Saying it wants to rescue Medicare from the flaws Congress built into it 30 years ago, the American Medical Association last week unveiled the key points of a proposal to give older Americans freedom to choose what kind of medical care they want.
The AMA would revamp Medicare from a system that guarantees benefits into one that guarantees contributions, and lets beneficiaries decide how to spend them.
In the process, the AMA says the government would save about $162 billion over seven years.
The AMA's ideas have fallen on fertile soil. During a videocast speech to the association's annual House of Delegates meeting in Chicago, Speaker of the House Newt Gingrich (R-Ga.) waved a little yellow book containing the AMA's working draft.
"What we've suggested is, let's come up with a number of different opportunities," Gingrich told the delegates. "Let's have a medical savings account option, let's have a coordinated-care option, let's have a direct fee-for-service option. Maybe we ought to have an option where people can literally opt out of the system, get a voucher so they can buy any insurance they want, or if they are wealthy, they can self-insure....Give them freedom, not bureaucratic control."
Incoming AMA President Lonnie R. Bristow and President-elect Daniel H. Johnson explained the proposal, which has not yet been published, at a news conference the next day.
The AMA, they said, believes Medicare will never get a grip on costs until it changes incentives. The program needs a complete overhaul, focusing on five points: increased individual responsibility, correcting the transfer of funds across generations and among the elderly, cutting paperwork, using competition to control costs, and reducing unnecessary care.
Medicare patients would receive a "defined contribution" rather than a "defined benefit." With that sum they could choose from the existing fee-for-service model, an HMO, a "benefits payment schedule" model, physician-coordinated care or a medical savings account. The best existing program after which "Medichoice" might be modeled is the Federal Employees Health Benefit Program, the AMA said. Those who bought a lesser package of benefits would be at risk to pay the remainder if they needed care not covered by their package.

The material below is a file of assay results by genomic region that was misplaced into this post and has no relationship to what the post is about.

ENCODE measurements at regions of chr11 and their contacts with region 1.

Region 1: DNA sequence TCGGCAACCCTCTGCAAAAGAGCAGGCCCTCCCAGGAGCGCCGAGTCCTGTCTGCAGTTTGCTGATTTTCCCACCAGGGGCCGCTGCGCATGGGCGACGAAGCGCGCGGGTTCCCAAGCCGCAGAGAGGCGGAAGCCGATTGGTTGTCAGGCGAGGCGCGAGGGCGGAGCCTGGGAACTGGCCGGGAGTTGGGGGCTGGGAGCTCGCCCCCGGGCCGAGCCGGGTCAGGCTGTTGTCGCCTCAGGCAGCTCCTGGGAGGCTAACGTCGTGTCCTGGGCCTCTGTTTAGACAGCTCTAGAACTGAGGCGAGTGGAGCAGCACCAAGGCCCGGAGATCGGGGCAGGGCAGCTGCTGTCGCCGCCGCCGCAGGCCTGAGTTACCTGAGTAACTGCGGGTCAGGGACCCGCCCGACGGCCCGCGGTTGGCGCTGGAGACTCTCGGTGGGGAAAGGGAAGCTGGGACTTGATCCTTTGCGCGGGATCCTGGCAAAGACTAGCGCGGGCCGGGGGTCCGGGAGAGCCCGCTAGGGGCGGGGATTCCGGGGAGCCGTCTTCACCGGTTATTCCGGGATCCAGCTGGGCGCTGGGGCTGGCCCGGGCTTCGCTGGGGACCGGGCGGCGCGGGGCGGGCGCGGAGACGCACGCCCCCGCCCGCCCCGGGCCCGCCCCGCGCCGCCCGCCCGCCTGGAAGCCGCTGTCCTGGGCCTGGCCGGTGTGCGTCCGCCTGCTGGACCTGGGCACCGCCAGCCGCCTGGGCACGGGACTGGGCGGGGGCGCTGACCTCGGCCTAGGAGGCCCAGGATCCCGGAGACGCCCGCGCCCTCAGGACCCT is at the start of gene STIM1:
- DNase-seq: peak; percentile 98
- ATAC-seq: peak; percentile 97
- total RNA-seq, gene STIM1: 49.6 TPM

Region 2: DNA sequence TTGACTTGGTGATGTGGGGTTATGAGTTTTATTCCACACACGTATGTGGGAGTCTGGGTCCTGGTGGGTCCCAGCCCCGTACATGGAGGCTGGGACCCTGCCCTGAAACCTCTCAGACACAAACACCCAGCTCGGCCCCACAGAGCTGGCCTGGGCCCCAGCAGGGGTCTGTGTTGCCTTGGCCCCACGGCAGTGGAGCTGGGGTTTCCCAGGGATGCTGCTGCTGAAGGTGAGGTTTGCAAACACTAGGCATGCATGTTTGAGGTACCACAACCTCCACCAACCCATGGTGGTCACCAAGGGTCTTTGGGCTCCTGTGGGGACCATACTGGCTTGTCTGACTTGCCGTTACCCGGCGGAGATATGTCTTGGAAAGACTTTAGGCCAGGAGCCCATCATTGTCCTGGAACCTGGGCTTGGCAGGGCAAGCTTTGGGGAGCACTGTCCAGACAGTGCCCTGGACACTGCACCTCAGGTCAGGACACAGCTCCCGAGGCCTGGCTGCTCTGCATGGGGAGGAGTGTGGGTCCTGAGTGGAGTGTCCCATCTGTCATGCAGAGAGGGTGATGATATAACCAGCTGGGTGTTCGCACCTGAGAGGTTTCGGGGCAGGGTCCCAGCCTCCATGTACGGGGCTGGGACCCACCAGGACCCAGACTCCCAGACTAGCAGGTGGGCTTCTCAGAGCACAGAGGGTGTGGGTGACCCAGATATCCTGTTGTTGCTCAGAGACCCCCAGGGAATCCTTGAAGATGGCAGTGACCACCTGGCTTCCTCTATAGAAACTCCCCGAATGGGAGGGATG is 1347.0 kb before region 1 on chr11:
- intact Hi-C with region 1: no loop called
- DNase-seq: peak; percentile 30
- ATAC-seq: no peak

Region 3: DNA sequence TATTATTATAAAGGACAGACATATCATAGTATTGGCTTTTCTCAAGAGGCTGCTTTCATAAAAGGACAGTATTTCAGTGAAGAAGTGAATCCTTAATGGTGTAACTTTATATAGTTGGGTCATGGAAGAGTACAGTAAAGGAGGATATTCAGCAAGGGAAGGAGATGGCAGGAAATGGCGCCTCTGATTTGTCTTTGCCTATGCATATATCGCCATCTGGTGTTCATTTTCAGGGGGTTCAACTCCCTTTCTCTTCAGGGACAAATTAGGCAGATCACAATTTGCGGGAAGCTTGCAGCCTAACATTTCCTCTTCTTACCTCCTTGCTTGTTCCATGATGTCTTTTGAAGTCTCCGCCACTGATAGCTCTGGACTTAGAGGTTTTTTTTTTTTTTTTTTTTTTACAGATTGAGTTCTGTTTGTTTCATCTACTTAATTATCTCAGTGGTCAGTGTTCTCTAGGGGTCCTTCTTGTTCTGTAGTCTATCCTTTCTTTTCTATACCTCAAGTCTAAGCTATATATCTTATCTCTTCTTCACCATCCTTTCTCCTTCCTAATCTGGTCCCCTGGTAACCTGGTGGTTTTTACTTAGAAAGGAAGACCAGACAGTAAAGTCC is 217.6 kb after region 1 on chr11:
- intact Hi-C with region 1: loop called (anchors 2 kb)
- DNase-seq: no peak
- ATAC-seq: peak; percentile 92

These reforms should relieve budgetary pressures, the AMA believes. The association favors means testing to remove the subsidy for wealthy older Americans. It also would raise the eligibility age. And a defined contribution in place of defined benefits would help the government determine its budget more easily.
The AMA says its plan will remove the need for Medigap policies, which lead to increased utilization.
Importantly, the plan would introduce price competition among doctors by eliminating Medicare's dictated prices. Doctors would post their prices and patients could choose practitioners partly on that basis.
Thus, said Bristow, "the elderly will have an incentive to shop for services." This free-market approach should drive prices down without Medicare forcing fee cuts on physicians.
Gingrich's anti-government, pro-free-enterprise rhetoric found a receptive audience at the AMA, and he was often interrupted by applause and laughter.
The AMA has been one of the speaker's ardent supporters for years. According to The Serpent on the Staff, a critical book about the AMA by Howard Wolinsky and Tom Brune, Gingrich ranks first among members of Congress in direct contributions from the AMA's political action committee: $80,636 from his first election to Congress in 1978 through 1994.